FDA Orphan Drug Designations Are On the RiseFebruary 17, 2009
By Kurt R. Karst –
2008 was a banner year for orphan drug designations. FDA’s Office of Orphan Products Development (“OOPD”), which, since September 2007, has been under the leadership of Timothy Coté, M.D., M.P.H., designated a record 165 products for orphan (i.e., rare) diseases and conditions. FDA also approved 15 orphan products in 2008. The 2008 orphan drug designation figure continues a recent trend in an uptick in designations. From 2004 to 2007, OOPD granted 130, 122, 141, and 119 designations, respectively. From 1983 to 2003, the greatest number of orphan drug designations in a single year was 95. The table below illustrates OOPD’s designation and FDA’s orphan drug approval track record since the enactment of the Orphan Drug Act of 1983 (“ODA”).
It is unclear whether the recent increase in orphan drug designations reflects a shift in OOPD policy, or whether the Office is receiving more designation requests. Our experience is that the depth and thoroughness of OOPD review has certainly not decreased. In fact, OOPD seems to be placing a greater emphasis on the scientific rationale and medical plausibility components of an orphan drug designation request than it has in the past. Thus, we believe the increase in orphan drug designations is largely a function of the quantity of requests OOPD is receiving.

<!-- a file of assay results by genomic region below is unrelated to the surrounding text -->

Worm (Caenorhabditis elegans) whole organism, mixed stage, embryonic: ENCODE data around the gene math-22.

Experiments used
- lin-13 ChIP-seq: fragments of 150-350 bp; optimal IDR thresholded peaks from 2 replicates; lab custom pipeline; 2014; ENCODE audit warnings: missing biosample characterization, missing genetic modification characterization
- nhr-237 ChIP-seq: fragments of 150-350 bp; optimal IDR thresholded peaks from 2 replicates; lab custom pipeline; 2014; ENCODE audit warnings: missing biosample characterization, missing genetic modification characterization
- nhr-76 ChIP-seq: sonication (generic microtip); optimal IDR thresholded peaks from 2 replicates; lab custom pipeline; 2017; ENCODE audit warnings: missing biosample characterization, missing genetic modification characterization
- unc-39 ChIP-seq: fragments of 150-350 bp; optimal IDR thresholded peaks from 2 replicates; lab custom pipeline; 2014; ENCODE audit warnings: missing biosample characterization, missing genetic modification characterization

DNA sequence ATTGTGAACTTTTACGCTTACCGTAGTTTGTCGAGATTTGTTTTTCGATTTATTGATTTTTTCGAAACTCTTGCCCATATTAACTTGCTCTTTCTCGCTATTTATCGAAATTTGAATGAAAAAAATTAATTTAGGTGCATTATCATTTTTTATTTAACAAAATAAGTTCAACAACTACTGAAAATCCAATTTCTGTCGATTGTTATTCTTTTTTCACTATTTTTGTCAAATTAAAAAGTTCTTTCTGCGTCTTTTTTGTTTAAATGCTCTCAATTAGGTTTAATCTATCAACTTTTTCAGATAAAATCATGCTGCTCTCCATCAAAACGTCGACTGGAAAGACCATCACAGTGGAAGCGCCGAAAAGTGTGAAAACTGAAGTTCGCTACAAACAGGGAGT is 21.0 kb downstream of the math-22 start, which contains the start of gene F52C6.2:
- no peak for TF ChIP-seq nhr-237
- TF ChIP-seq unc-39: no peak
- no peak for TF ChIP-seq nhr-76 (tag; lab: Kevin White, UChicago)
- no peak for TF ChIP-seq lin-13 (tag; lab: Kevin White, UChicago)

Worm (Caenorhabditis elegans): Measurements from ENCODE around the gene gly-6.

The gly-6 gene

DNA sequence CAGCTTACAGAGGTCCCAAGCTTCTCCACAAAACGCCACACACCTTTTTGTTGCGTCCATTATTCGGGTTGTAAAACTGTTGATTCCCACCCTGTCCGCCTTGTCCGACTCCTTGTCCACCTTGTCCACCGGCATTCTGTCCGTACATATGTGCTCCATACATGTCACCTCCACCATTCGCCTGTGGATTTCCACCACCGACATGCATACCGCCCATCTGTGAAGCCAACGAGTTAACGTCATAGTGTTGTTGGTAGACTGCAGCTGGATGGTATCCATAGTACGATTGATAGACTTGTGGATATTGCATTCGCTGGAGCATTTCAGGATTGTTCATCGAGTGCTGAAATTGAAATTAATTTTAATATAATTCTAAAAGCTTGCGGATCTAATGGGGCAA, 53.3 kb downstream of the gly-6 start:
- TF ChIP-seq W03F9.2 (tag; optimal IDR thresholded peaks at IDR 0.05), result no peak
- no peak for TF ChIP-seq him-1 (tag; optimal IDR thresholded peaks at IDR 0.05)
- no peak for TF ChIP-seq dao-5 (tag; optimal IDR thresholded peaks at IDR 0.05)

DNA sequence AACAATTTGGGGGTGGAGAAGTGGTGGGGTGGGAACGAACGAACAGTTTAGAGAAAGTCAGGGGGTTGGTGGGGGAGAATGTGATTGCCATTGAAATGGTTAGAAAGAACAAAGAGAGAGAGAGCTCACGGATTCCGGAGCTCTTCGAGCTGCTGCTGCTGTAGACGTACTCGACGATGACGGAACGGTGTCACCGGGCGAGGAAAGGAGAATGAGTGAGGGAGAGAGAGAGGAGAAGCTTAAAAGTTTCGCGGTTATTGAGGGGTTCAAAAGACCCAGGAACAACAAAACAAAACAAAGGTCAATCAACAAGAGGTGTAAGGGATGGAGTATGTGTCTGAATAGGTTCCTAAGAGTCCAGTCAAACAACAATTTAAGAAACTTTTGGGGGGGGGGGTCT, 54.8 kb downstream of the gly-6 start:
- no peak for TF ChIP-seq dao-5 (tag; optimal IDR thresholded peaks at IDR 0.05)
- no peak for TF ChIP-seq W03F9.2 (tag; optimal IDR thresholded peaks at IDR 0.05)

Orphan drug designation qualifies a company for several benefits under the ODA, as amended. These benefits include a 7-year period of orphan drug exclusivity upon product approval (which generally prevents FDA from approving another firm’s version of the “same drug” for the same disease or condition for 7 years), a tax credit for certain clinical testing expenses for the orphan drug, written guidance on the non-clinical and clinical studies needed to obtain marketing approval of an orphan drug, and orphan drug grants. In addition, there are certain user fee, pediatric assessment (i.e., FDC Act § 505B(k)), and “extra-statutory” benefits for orphan drugs (e.g., the quantity and quality of evidence needed to support the approval of an orphan product seems to reflect the understanding that there is a limited subject population in which to study the product – see ICH/FDA, Guideline for Industry: The Extent of Population Exposure to Assess Clinical Safety: For Drugs Intended for Long-term Treatment of Non-Life-Threatening Conditions, at 4 (Mar. 1995)).